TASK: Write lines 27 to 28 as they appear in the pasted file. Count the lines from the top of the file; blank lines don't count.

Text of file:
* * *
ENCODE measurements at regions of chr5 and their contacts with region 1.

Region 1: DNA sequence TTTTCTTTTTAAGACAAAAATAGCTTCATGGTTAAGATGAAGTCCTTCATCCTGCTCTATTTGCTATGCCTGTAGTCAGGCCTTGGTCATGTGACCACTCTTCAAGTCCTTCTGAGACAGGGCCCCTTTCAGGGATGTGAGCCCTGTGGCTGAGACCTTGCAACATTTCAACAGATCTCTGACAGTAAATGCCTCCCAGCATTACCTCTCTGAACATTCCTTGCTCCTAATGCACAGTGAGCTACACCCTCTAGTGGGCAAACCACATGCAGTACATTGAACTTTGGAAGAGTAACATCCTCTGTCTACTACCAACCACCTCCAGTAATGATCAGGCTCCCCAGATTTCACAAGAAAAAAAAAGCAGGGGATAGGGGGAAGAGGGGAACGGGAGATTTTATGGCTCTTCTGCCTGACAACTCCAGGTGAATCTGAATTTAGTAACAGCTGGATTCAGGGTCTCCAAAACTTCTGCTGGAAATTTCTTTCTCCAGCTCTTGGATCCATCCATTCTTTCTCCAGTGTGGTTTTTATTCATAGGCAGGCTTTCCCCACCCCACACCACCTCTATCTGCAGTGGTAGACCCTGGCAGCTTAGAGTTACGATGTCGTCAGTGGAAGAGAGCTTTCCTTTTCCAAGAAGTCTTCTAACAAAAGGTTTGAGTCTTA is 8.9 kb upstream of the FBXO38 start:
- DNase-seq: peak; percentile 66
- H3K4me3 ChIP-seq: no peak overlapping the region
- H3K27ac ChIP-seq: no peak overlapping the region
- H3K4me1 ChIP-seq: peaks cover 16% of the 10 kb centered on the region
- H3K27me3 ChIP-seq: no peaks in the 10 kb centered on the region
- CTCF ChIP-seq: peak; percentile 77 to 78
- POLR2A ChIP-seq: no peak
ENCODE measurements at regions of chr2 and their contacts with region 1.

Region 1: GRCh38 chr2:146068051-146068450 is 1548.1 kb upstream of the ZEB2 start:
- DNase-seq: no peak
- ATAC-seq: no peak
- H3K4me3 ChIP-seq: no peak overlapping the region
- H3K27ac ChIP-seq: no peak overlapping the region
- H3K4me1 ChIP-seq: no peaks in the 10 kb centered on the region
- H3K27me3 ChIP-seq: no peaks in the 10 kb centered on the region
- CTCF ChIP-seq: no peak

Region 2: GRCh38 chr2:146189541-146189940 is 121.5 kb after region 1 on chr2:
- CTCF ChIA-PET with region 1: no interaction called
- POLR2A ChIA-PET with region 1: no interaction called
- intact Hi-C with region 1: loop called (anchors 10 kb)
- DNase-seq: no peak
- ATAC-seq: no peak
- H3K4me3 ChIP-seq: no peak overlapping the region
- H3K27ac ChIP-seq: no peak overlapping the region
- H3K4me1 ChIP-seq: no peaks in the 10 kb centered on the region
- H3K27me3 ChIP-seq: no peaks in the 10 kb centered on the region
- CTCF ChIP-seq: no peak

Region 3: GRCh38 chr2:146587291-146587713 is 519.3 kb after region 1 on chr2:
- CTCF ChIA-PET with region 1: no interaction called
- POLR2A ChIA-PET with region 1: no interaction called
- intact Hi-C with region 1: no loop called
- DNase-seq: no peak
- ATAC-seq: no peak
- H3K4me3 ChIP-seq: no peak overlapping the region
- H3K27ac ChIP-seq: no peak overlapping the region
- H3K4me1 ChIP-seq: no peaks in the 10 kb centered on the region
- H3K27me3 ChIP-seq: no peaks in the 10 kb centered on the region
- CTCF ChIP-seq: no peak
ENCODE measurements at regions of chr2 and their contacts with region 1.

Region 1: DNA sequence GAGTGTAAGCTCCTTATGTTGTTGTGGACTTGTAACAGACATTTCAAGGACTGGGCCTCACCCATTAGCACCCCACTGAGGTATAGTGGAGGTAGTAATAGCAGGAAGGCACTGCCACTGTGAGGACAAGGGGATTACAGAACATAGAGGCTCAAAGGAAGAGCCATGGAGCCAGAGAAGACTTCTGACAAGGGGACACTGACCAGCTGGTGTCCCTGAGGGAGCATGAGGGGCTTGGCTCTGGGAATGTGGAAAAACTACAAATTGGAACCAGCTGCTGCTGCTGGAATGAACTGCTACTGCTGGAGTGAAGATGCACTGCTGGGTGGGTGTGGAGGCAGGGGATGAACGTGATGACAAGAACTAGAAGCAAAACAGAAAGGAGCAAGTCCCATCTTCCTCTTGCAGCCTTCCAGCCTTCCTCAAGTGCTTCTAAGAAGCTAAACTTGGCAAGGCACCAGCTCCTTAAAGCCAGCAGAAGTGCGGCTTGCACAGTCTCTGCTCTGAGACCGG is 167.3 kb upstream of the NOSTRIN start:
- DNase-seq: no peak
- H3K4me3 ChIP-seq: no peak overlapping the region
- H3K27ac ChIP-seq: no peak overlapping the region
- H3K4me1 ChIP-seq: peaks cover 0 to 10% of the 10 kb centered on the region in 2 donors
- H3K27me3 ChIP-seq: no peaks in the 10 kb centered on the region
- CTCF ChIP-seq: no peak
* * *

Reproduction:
- H3K4me1 ChIP-seq: no peaks in the 10 kb centered on the region
- H3K27me3 ChIP-seq: no peaks in the 10 kb centered on the region